King Salman’s pre-dawn shake-up of the royal family marks the true start of his reign. Will it smooth things over with Washington?
Thousands of young Muslim men in Kashmir have turned to opiates to dull the trauma of a childhood marked by violence and death.
In 2013, the Haitian government began seizing land on a picturesque island to construct a $260 million tourism hot spot. Two years later, the country's opaque land laws have all but sunk the project.
Heroin abuse is rampant in the Indian state of Punjab, and a generation of young, male addicts has nowhere to turn for help.
Colombo's new government may bring positive changes. But, the absence of justice for the massacre of thousands of Tamil civilians in "No Fire Zones" at the civil war's end in 2009 still remains.
Narendra Modi wants India to embrace its traditional systems of medicine, like ayurveda and yoga. But can he convince rich Indians to treat their ailments with lead pills and squirming bugs?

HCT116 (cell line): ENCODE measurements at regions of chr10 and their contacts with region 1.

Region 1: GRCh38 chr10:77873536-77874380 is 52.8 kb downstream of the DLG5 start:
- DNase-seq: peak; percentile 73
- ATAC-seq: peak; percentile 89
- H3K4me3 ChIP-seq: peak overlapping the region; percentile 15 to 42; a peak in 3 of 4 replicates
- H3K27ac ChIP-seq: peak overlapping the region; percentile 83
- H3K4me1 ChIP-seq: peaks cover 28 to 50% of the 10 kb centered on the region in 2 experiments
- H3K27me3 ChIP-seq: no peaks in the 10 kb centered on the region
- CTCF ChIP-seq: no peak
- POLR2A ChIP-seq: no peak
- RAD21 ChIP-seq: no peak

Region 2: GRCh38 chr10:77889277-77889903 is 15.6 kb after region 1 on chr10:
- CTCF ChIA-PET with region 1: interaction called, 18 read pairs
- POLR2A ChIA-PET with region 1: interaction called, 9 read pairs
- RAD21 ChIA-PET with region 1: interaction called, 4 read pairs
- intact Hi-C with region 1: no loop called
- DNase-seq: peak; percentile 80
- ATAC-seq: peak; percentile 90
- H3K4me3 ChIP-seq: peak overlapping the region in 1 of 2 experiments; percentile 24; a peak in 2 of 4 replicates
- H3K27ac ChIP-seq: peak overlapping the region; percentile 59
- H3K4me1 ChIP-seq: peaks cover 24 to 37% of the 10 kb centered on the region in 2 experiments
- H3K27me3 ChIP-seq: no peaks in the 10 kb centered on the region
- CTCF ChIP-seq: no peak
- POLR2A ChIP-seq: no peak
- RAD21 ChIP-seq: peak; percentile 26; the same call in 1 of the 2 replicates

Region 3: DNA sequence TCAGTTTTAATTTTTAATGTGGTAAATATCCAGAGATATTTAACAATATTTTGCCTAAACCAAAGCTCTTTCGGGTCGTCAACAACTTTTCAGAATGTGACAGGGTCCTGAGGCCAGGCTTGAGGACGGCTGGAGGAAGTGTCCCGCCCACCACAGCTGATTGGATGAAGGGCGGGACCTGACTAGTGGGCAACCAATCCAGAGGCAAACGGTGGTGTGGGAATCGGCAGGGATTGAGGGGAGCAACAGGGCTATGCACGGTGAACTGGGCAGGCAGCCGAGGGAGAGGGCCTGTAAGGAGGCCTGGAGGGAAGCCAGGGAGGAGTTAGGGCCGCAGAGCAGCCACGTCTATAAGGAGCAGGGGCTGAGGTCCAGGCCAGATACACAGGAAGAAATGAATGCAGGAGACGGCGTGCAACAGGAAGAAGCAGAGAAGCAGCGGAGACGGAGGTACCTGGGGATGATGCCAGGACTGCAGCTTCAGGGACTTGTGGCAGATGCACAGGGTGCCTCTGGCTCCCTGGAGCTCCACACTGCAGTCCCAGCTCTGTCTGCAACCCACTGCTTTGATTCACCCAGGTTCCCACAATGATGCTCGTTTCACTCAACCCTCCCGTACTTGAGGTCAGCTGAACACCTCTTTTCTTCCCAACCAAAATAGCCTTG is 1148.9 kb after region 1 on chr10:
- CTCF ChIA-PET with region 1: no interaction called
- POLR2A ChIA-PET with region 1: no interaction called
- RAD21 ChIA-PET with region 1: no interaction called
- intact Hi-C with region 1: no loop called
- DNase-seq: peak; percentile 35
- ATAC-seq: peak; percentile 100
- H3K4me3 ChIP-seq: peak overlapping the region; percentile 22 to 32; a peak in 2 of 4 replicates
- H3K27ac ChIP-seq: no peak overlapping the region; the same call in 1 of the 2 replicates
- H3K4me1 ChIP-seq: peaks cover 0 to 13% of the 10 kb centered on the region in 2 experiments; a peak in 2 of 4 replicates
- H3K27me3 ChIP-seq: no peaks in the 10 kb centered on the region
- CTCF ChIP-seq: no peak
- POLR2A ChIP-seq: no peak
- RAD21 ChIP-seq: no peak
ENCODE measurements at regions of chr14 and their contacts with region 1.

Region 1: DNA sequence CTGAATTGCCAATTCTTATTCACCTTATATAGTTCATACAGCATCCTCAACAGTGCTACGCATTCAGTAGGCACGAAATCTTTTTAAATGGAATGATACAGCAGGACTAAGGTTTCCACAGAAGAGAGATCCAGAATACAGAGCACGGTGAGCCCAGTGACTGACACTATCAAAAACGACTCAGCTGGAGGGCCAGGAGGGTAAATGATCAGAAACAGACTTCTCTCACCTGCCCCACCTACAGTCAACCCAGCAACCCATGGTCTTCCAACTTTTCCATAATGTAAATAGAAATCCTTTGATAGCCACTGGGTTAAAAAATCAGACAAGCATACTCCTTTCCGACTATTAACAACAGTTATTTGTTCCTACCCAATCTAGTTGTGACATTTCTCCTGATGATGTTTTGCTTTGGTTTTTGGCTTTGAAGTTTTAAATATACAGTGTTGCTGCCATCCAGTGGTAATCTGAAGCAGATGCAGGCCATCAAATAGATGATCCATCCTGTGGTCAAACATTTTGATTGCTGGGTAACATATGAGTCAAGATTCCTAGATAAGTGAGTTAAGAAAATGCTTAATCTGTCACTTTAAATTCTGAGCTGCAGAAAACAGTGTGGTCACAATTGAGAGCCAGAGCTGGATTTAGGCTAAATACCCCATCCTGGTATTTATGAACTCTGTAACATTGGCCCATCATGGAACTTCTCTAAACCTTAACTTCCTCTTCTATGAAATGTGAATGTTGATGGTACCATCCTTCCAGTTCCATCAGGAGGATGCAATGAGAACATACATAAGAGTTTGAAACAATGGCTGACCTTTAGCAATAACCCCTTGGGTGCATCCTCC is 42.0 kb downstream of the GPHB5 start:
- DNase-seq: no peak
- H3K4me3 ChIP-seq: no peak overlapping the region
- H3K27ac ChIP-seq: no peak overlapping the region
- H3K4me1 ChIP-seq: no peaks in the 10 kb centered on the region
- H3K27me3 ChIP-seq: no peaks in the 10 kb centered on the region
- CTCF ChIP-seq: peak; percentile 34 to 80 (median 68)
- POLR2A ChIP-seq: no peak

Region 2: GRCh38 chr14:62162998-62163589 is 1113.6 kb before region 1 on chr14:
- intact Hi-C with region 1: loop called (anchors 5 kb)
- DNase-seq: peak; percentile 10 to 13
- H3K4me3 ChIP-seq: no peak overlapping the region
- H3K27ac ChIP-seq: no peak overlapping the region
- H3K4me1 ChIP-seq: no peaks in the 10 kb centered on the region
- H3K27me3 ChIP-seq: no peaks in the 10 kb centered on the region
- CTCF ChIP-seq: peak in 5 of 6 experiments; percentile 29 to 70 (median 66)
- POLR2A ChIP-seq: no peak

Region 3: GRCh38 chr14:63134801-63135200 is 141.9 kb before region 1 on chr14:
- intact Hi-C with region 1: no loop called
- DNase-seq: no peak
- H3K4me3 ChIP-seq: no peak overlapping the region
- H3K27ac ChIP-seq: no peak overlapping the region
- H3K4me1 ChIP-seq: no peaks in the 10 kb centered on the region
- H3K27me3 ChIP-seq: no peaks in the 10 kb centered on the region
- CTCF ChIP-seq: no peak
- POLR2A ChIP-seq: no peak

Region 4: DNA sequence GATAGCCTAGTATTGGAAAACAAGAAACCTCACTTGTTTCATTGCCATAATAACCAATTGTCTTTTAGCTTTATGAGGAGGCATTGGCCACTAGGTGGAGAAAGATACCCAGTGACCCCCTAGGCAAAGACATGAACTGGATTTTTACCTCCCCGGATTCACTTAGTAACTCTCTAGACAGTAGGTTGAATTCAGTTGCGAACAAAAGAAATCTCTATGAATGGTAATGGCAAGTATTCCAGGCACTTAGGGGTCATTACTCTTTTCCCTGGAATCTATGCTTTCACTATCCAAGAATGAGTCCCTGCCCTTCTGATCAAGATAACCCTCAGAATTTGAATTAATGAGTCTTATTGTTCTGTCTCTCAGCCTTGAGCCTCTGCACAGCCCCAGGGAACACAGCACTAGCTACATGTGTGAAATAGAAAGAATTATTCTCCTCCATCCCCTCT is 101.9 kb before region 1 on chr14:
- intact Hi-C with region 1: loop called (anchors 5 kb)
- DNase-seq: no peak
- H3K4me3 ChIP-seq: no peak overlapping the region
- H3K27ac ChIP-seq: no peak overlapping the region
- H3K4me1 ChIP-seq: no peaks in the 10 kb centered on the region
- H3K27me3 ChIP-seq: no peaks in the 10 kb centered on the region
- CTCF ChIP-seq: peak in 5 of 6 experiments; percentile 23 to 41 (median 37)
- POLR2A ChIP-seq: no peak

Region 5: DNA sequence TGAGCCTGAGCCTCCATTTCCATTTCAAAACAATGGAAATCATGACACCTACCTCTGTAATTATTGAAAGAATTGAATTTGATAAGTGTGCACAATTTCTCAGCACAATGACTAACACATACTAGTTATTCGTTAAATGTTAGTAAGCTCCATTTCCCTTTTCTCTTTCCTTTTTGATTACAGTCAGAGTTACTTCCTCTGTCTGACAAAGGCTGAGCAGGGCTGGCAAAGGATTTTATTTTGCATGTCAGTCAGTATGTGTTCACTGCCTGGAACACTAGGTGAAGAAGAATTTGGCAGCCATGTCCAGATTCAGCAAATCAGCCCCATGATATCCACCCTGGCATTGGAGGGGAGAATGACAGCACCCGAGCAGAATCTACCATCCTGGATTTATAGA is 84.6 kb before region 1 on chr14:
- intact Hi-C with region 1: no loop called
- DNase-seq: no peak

Is King Salman's new court a breath of fresh air—or is it reactionaries looking to take the country back in time?
Less than three years after independence, South Sudan collapsed into bloody civil war. Could the United States, a crucial backer of the young African state, have prevented the violence?
No tourists, frightened Tatars, and Russians have taken all the jobs. Welcome to Crimea in winter.
The world's most pressing public health crisis isn't AIDS or Ebola or malaria—it's a soaring number of motorcycle fatalities. And it's costing developing countries billions.
A migrant farmer from the tiny island nation of Kiribati is a test case for determining whether millions of people, pushed from their homes by climate change, will be acknowledged –– or forgotten.
John Nel was sent to build a lifesaving Ebola clinic in the middle of the Liberian jungle. It opened too late to help fight this outbreak, but could help prevent a new one.